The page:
## Saturday, January 14, 2006

### Peano and the Chimps: Act I, Where we meet our hero Peano.

Peano makes his entrance during a class at a rather small (enrollment approx. 5,000) institution of higher learning in an equally small (pop. approx. 24,000), but with a large attitude, town. It is a grand entrance with all due pomp and circumstance. Then with a nod to the professorial staff as they immortalize his impeccable logic and their love of dominoes, Peano leaves. Years later he will enjoy an unacknowledged cameo appearance (along with dominoes) on the television show NUMB3RS.

Peano will return to this same school several years later when older, and more subdued, students are learning how to create number sets using his axioms.

But what is Peano’s motive? The pamphlet describing these axioms (Arithmetices principia, nova methodo exposita, 1889) is in Latin! For the benefit of these untutored rubes taking up valuable educational space, the axioms are proffered in English with explanations by the harried professor.

P(1) There is a natural (counting) number * (the first number which
the students may think of as 1).
P(2) For each natural number n, there is a natural number n’ (called the successor of n and which the students may think of as n + 1).
P(3) There is no natural number n that has a successor equal to *.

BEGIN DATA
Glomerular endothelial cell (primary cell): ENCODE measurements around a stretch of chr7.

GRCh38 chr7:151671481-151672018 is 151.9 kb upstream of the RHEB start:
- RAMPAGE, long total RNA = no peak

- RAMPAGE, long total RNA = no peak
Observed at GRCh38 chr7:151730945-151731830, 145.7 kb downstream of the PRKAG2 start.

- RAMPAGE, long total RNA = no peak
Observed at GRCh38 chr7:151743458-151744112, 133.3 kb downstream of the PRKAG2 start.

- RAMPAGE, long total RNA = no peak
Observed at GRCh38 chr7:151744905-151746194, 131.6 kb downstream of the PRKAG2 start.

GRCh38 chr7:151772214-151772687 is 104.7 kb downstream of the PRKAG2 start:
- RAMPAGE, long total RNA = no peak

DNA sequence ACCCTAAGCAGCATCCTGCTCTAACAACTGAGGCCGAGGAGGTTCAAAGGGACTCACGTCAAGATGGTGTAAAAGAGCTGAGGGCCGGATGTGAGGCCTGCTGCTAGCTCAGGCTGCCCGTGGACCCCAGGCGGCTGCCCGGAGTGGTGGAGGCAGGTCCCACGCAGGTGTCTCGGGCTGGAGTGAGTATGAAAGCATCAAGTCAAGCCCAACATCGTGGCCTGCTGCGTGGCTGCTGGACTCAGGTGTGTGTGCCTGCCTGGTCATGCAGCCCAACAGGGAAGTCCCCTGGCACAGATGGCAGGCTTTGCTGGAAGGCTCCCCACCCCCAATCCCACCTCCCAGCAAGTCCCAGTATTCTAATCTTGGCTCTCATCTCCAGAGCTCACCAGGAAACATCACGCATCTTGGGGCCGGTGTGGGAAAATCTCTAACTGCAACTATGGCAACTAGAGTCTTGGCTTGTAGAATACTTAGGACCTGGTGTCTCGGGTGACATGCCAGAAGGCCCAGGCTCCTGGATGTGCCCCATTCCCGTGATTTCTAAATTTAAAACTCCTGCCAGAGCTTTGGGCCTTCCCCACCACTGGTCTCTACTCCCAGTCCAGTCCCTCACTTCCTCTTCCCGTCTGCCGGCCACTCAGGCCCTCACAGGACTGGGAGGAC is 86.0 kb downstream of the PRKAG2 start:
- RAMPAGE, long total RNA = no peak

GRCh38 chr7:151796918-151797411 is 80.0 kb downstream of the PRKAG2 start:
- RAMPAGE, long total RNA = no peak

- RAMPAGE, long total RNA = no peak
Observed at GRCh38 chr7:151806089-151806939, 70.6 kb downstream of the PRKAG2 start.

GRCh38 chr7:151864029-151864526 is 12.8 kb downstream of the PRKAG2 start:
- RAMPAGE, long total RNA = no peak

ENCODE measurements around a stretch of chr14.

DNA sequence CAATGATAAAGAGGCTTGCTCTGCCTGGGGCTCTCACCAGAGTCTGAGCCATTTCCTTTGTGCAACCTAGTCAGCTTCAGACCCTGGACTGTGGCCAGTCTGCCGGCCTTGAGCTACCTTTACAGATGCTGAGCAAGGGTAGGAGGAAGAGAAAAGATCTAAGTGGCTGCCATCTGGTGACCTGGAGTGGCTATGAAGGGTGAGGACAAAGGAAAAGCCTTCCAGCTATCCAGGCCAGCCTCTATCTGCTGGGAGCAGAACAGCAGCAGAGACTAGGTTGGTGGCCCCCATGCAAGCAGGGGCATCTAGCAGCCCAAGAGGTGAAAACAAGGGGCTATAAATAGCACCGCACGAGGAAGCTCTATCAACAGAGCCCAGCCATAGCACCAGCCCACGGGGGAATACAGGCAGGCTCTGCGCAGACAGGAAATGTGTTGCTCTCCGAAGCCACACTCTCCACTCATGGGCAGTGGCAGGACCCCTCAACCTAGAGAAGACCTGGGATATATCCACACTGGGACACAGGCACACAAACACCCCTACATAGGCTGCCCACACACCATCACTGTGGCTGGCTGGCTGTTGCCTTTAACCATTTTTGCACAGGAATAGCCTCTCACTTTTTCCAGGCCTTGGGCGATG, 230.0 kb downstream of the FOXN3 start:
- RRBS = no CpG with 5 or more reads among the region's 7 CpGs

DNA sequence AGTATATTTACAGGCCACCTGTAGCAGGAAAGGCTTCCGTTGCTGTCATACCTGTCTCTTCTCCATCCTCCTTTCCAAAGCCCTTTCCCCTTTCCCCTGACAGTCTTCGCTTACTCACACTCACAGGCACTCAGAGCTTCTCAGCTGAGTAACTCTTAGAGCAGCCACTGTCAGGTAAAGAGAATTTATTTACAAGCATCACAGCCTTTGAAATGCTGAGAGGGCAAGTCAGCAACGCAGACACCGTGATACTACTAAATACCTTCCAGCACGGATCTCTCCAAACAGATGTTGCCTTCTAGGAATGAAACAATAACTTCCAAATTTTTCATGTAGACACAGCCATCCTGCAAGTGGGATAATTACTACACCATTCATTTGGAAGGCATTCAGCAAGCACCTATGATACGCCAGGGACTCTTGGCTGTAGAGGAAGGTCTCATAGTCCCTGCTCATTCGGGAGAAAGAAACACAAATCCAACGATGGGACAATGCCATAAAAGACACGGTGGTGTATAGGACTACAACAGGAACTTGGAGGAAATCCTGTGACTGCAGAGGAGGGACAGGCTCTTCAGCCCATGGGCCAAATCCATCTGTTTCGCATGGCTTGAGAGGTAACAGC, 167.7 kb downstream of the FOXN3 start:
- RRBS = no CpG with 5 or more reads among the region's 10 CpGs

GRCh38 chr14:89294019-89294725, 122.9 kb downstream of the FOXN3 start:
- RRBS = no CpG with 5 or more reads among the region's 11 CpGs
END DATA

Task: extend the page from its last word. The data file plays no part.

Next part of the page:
P(4) If m and n are both natural numbers and m is not equal to n, then the successor of m does not equal the successor of n..

P(1) and P(2) starts the sequence of counting numbers. P(3) gives the it a beginning and P(4) makes sure that each number in the sequence has a distinct successor (otherwise 4 could be the successor to 3 and another number – maybe 2?)

To complete the axioms, there is the most perplexing of all, but oh so important if the student is going to count properly.

P(5) If A is a subset of the set of all the natural numbers and if * is in subset A and n’ is in subset A for every n in subset A, then A is the set of all the natural
numbers.
(1)

Ah such confusion reigns. Is our hero really a hero? And who (or what) are the chimps? Perhaps Act II will provide the insight we desperately search for.

(1)This is a rather lose translation of Peano’s Axioms from class notes for Intro to Abstract Math (2002).